US Task Force's new aspirin recommendations: What clinicians need to know

A doctor uses a tablet while speaking to a patient
Experts say the new recommendations regarding aspirin for cardiovascular disease prevention could fuel plenty of questions and, potentially, unconsulted treatment changes from concerned patients. Above all, they said clinicians need to stress that the guidance is only for patients who don't have a history of heart disease and are not already taking daily aspirin. (Getty/bymuratdeniz)

Tuesday, the U.S. Preventive Services Task Force (USPSTF) unveiled new draft recommendations regarding the use of low-dose aspirin as a preventive measure against cardiovascular diseases such as heart attacks or stroke.

The guidance—which is open to public comment until Nov. 8—has two major components:

  • A recommendation that adults aged 40 to 59 years who have no history of cardiovascular disease (CVD) but have 10% or greater 10-year risk of CVD should be considered on a case-by-case basis before beginning preventive low-dose aspirin use

  • A recommendation against beginning low-dose aspirin use for primary prevention of CVD in those aged 60 years or older

The independent panel’s draft recommendations reflect new clinical evidence published since its prior guidance from 2016. These international studies weighed the net benefit of CVD event prevalence against increased risk of “potentially serious harms, such as internal bleeding,” USPSTF member John Wong, M.D., said in a statement.

The task force, cardiology professional organizations and individual clinical experts all stressed that both pieces of the new guidance only address patients who have no history of CVD and are not already taking daily aspirin. They said that patients who have established CVD, have a stent in an artery or have prosthetic heart valves should continue using prescribed aspirin.

Above all, the experts underscored that any changes in prescribed medications should be guided by the patient’s healthcare provider.

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“It’s important that people who are 40 to 59 years old and don’t have a history of heart disease have a conversation with their clinician to decide together if starting to take aspirin is right for them,” Wong said.

The American Heart Association (AHA) said in a statement that the new USPSTF guidance follows their own recommendations for primary prevention of CVD published in 2019. Because aspirin’s overall CVD protection benefit “is small” and frequently offset by the bleeding risk, “we continue to urge clinicians to be very selective when prescribing aspirin,” AHA President Donald M. Lloyd-Jones, M.D., said in a statement.

Demilade A. Adedinsewo, a cardiologist at Mayo Clinic in Jacksonville, Florida, who is not affiliated with USPSTF, said in an email that the new recommendations likely will have a much larger impact in primary care practice than it will among cardiovascular specialists. Further, she pointed out that statins “are also much more effective for cardiovascular disease prevention and are currently favored for primary prevention for patients who meet criteria for use,” she said.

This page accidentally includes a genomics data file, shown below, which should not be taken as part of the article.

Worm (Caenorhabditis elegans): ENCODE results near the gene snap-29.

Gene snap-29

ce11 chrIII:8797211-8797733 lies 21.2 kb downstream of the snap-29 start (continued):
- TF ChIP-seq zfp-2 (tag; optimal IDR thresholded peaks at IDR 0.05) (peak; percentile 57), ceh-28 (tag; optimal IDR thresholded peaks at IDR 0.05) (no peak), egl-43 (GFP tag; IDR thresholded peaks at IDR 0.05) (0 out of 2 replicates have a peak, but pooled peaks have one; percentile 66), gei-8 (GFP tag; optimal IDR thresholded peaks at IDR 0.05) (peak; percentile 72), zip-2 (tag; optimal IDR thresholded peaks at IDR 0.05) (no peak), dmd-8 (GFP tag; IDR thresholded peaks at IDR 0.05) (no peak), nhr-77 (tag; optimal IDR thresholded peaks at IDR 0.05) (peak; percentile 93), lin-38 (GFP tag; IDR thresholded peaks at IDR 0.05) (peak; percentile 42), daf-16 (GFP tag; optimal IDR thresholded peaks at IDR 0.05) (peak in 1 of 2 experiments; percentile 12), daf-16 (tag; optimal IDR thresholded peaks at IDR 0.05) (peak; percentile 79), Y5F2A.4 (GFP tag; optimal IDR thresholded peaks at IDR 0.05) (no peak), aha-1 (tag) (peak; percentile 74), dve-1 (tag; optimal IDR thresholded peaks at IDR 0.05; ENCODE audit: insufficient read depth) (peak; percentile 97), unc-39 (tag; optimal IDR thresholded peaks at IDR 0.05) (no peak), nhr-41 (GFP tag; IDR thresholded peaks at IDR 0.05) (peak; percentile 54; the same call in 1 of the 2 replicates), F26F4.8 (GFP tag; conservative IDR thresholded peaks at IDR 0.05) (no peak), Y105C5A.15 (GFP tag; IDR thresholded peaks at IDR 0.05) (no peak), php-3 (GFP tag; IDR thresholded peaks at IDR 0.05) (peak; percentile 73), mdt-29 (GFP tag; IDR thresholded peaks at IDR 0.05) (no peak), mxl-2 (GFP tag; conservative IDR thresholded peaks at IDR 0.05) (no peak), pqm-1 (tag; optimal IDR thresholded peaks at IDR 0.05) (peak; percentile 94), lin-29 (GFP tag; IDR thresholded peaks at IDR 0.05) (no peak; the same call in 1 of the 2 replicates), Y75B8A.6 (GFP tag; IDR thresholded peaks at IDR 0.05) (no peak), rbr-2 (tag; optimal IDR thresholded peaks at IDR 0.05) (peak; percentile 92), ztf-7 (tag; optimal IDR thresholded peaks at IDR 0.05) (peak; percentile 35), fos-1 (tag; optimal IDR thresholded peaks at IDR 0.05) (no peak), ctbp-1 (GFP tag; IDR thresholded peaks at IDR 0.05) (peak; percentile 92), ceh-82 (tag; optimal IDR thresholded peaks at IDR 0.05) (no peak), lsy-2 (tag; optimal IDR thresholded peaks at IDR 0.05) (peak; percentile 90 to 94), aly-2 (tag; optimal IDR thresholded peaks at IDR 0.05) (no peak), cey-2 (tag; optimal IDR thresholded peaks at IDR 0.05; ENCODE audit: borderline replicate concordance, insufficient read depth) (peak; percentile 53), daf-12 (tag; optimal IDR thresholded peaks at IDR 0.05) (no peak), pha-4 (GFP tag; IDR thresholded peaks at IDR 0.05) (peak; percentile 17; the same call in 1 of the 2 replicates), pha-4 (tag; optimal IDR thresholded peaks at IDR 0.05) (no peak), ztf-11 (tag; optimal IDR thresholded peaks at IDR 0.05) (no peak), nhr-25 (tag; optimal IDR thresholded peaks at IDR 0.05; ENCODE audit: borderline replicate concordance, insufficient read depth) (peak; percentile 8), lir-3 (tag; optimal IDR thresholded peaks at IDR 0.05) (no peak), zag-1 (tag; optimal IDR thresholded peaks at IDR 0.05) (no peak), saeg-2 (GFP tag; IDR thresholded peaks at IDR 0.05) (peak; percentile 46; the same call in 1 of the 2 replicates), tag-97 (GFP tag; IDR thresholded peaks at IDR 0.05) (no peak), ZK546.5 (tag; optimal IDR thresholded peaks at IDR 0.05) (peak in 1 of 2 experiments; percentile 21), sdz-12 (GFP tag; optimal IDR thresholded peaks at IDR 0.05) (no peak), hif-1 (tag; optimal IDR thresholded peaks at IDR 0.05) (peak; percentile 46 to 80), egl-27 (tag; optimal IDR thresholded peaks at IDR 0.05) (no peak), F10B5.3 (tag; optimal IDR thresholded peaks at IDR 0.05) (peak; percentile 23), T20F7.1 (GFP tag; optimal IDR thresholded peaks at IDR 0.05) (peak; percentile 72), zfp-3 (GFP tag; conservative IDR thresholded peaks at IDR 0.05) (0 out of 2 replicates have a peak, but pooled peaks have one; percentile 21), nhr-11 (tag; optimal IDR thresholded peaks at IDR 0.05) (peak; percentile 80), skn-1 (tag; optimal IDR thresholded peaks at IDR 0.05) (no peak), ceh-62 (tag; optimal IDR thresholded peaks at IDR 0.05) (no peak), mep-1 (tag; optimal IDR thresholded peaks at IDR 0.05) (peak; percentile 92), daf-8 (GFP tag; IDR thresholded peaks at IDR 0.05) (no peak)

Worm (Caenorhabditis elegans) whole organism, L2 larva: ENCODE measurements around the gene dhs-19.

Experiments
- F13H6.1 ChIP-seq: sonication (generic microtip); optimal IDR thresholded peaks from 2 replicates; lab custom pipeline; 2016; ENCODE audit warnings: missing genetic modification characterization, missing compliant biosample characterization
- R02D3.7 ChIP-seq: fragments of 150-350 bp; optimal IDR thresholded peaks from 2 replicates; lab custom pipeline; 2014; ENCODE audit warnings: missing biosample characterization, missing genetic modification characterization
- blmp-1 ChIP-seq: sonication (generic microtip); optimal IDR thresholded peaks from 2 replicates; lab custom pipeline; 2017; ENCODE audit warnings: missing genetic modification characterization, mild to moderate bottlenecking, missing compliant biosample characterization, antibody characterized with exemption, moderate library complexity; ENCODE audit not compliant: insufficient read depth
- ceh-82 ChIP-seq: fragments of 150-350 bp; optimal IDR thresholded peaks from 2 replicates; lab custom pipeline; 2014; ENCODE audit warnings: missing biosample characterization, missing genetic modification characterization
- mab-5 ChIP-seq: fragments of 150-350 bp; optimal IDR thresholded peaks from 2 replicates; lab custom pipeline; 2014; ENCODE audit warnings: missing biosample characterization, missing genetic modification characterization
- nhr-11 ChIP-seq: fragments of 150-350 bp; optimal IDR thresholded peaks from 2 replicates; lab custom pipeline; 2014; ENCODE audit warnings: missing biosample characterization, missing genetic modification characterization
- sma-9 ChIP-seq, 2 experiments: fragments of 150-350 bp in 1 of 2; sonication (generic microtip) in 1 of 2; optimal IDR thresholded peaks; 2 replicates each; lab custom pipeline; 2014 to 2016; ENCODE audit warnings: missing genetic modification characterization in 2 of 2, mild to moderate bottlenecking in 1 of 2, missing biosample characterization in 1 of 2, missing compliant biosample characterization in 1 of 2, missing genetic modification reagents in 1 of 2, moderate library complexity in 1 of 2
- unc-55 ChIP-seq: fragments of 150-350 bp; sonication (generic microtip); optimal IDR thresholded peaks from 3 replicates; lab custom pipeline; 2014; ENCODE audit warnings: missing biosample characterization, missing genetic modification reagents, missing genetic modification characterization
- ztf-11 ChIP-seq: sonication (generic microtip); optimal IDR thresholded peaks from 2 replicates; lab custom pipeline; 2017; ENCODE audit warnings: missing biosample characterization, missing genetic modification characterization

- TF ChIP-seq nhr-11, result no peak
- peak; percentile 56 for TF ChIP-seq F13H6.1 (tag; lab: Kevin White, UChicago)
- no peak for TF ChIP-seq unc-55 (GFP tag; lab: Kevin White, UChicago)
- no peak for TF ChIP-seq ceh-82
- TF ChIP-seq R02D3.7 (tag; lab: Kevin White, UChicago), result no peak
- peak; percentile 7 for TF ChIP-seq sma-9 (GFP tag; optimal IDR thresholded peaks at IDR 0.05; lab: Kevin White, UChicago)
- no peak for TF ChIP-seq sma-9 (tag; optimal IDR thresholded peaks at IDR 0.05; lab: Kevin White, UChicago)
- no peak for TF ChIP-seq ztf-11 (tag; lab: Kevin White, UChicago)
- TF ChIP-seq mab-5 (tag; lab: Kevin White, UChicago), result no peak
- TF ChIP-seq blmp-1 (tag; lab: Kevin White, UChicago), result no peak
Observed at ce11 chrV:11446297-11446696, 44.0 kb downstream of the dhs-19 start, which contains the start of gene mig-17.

C. Noel Bairey Merz, M.D., director of the Barbra Streisand Women’s Heart Center and professor of cardiology at Cedars-Sinai Medical Center, who also is not affiliated with USPSTF, affirmed that the updated guidance’s caution surrounding preventive aspirin use reflects the cardiology field’s broader discussions in recent years.

However, she noted that treatments and lifestyle changes outside of aspirin are not always viable options for some older patients. Aspirin or not, hammering out an appropriate CVD prevention strategy still requires clinicians to weigh treatment-related health risks alongside the patient’s concerns, behaviors and other restrictions, she said.

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“Most patients and physicians would agree that [heart attack or stroke] causes serious morbidity while [bleeding] dominantly does not,” Merz said in an email statement. “Additionally, not all seniors can or want to take statins, or carefully manage their blood pressure, or quit smoking. Thus, shared decision making between the physician and patient can personalize approaches to prevention.”

Patient-physician conversations will be particularly important in the coming days. As news of USPSTF’s recommendations spread among the general public, Merz said that providers should be ready to field new questions or unconsulted treatment changes.

“Unfortunately, these updated guidances typically result in established cardiovascular patients stopping their aspirin, and/or calling their physician’s offices asking for guidance,” she said.

Merz also cautioned that the recent study data USPSTF’s recommendations are based on reflect outcomes among patients living in wealthy westernized countries—and, more specifically, countries like Australia and the U.K., where national healthcare systems greatly differ from the U.S.

Going forward, she said she would like to see more published research and recommendations on preventive aspirin use across these unaddressed populations.

“Because the new trials were conducted … with safety net socialized healthcare systems which have higher quality of healthcare and lower rates of adverse health outcomes, we should address aspirin utility in the U.S., particularly in middle and low [socioeconomic status] populations that do not have access to quality healthcare other than emergency care,” she said.